by Gary James
Bar Logistics Manager
When my family was young, we rented a home in the Sugar House area in Salt Lake City. The neighborhood was old, and the homes either belonged to elderly couples or were being rented by young folks like us. The LDS ward in our area was jokingly referred to as “Newly Wed or Nearly Dead.”
Our new (old) neighbors were quick to welcome us and invite us to church activities, including their annual chili cook-off. I wasn’t an especially good chili cook, but I found a recipe that seemed interesting because it used liquid smoke, and we made a batch to bring with us. The judging was done by a panel of sweet old ladies who had obviously been doing it for 50 years. They would take a nibble, nod at each other knowingly, and say, Oh, that’s Margaret’s. I can taste the chocolate,” or “Oooo, that one’s got a kick!”
At the end of the night, no one was more surprised than me when my chili took first place. I was careful not to make a big deal of winning because the dear old ladies didn’t seem very pleased that an outsider (a young whippersnapper, no less!) had taken their prize. Still, they were gracious and kind. One of them even offered to watch our baby son if we ever needed a sitter.
The story of the cook-off and my “Championship Chili” would have ended there, an odd little tale in our family history, if it weren’t for what happened next.
A few months later, that same kind old lady was baby-sitting our son Connor when she found him in his crib, not breathing. In desperation, she called her son who came and tried to resuscitate Connor, but our baby was already gone. The poor woman was distraught. We were heartbroken and devastated.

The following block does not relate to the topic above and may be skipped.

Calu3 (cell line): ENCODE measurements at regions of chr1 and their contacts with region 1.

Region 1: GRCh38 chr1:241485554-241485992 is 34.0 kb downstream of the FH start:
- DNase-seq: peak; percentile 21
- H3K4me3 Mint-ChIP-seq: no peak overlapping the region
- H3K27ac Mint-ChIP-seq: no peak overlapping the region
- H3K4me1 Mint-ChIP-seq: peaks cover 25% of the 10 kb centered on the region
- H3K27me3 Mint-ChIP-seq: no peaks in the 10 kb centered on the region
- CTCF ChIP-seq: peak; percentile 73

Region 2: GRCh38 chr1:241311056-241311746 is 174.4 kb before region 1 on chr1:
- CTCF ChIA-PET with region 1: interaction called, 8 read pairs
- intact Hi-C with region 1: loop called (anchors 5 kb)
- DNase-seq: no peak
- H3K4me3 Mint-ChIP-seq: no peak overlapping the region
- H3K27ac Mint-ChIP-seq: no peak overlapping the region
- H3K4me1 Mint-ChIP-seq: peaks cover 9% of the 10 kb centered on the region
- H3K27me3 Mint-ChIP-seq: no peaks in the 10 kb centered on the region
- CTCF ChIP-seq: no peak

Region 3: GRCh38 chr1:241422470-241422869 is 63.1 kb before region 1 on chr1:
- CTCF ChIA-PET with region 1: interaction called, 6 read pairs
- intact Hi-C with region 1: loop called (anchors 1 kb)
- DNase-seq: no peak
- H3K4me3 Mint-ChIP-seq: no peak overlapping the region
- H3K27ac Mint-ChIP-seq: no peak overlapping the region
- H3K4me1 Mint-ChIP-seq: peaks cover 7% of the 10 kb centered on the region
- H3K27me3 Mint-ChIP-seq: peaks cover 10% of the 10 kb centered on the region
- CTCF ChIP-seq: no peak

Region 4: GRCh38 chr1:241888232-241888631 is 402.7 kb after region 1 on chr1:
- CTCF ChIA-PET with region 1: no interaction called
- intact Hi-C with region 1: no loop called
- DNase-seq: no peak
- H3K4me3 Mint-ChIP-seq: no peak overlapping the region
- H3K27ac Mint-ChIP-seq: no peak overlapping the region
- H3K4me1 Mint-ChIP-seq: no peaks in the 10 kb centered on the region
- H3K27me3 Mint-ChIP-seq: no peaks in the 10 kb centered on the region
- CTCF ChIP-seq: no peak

It’s been over 20 years since those events, but I still make our family’s Championship Chili whenever my daughter Taylor requests it, which is often. Sometimes the smell and taste and texture of certain food is our strongest link to the past. And sometimes, when we go through the motions of preparing and sharing a meal, a part of ourselves is reborn.
To this day, every time I mix up a batch of this recipe I am flooded with the bitter-sweet memories of Connor, that house, and everything that happened there.
Championship Chilimakes 20 servings
- 1 red onion, chopped
- 2 green bell peppers, chopped
- 2 yellow or orange peppers, chopped
- (2) 15 oz cans of tomato sauce
- (2-3) 10 oz cans of Rotel Tomatoes
- (2) 15 oz cans of dark red kidney beans
- (2) 15 oz cans of pinto beans
- (2) 15 oz cans of black beans
- 1 lb hardwood smoked thin bacon
- 1½ lb ground beef
- ground black pepper
- 3 Tbsp chili powder
- 5 cloves garlic, minced
- 1 Tbsp cumin
- In a slow cooker/crock pot, add all chopped veggies, tomato sauce, and Rotel tomatoes. Drain all canned beans and add them to the pot.
- Cut bacon into ½ inch pieces and fry in a pan until crispy. Add bacon and half the bacon fat into the pot. Add ground beef to the remaining bacon fat in the pan. Salt and pepper the ground beef, fully cook it, and drain off fat before adding the ground beef to the pot.
- Add chili powder, cumin, and minced garlic.
- Cook on high for 4-5 hours, then reduce heat for 1-2 hours.
Note: I also add fresh tomatoes to taste. If the smoked bacon doesn’t give enough of a smoky taste/scent, I add a dash of liquid smoke.